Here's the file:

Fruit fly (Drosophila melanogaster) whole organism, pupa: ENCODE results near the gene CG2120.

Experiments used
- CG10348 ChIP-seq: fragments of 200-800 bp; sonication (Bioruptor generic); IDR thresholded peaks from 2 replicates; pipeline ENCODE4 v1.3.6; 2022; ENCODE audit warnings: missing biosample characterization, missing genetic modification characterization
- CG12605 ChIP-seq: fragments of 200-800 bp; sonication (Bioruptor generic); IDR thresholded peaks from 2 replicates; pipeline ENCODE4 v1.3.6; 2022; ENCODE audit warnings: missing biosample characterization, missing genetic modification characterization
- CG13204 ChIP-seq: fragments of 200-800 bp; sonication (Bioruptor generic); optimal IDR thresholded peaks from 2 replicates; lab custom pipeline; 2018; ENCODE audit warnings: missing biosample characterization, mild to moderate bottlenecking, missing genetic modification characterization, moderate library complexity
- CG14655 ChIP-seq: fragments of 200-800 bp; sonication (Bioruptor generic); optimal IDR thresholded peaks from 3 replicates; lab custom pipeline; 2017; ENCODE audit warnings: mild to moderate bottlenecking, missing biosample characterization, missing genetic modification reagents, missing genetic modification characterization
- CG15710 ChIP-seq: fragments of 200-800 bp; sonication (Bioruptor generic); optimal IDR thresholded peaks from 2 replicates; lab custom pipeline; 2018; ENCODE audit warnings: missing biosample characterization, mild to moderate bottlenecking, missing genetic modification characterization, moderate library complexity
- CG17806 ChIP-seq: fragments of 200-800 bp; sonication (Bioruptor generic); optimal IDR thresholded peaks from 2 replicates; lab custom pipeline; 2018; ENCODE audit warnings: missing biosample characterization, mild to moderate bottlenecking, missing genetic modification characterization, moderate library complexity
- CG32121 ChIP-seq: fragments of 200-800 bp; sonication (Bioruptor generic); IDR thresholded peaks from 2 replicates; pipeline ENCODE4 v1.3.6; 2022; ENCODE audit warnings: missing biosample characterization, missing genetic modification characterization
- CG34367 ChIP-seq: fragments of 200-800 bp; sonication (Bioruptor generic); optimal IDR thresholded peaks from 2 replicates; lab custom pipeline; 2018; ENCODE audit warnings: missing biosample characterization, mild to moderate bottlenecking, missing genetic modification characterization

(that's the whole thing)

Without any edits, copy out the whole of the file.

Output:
Fruit fly (Drosophila melanogaster) whole organism, pupa: ENCODE results near the gene CG2120.

Experiments used
- CG10348 ChIP-seq: fragments of 200-800 bp; sonication (Bioruptor generic); IDR thresholded peaks from 2 replicates; pipeline ENCODE4 v1.3.6; 2022; ENCODE audit warnings: missing biosample characterization, missing genetic modification characterization
- CG12605 ChIP-seq: fragments of 200-800 bp; sonication (Bioruptor generic); IDR thresholded peaks from 2 replicates; pipeline ENCODE4 v1.3.6; 2022; ENCODE audit warnings: missing biosample characterization, missing genetic modification characterization
- CG13204 ChIP-seq: fragments of 200-800 bp; sonication (Bioruptor generic); optimal IDR thresholded peaks from 2 replicates; lab custom pipeline; 2018; ENCODE audit warnings: missing biosample characterization, mild to moderate bottlenecking, missing genetic modification characterization, moderate library complexity
- CG14655 ChIP-seq: fragments of 200-800 bp; sonication (Bioruptor generic); optimal IDR thresholded peaks from 3 replicates; lab custom pipeline; 2017; ENCODE audit warnings: mild to moderate bottlenecking, missing biosample characterization, missing genetic modification reagents, missing genetic modification characterization
- CG15710 ChIP-seq: fragments of 200-800 bp; sonication (Bioruptor generic); optimal IDR thresholded peaks from 2 replicates; lab custom pipeline; 2018; ENCODE audit warnings: missing biosample characterization, mild to moderate bottlenecking, missing genetic modification characterization, moderate library complexity
- CG17806 ChIP-seq: fragments of 200-800 bp; sonication (Bioruptor generic); optimal IDR thresholded peaks from 2 replicates; lab custom pipeline; 2018; ENCODE audit warnings: missing biosample characterization, mild to moderate bottlenecking, missing genetic modification characterization, moderate library complexity
- CG32121 ChIP-seq: fragments of 200-800 bp; sonication (Bioruptor generic); IDR thresholded peaks from 2 replicates; pipeline ENCODE4 v1.3.6; 2022; ENCODE audit warnings: missing biosample characterization, missing genetic modification characterization
- CG34367 ChIP-seq: fragments of 200-800 bp; sonication (Bioruptor generic); optimal IDR thresholded peaks from 2 replicates; lab custom pipeline; 2018; ENCODE audit warnings: missing biosample characterization, mild to moderate bottlenecking, missing genetic modification characterization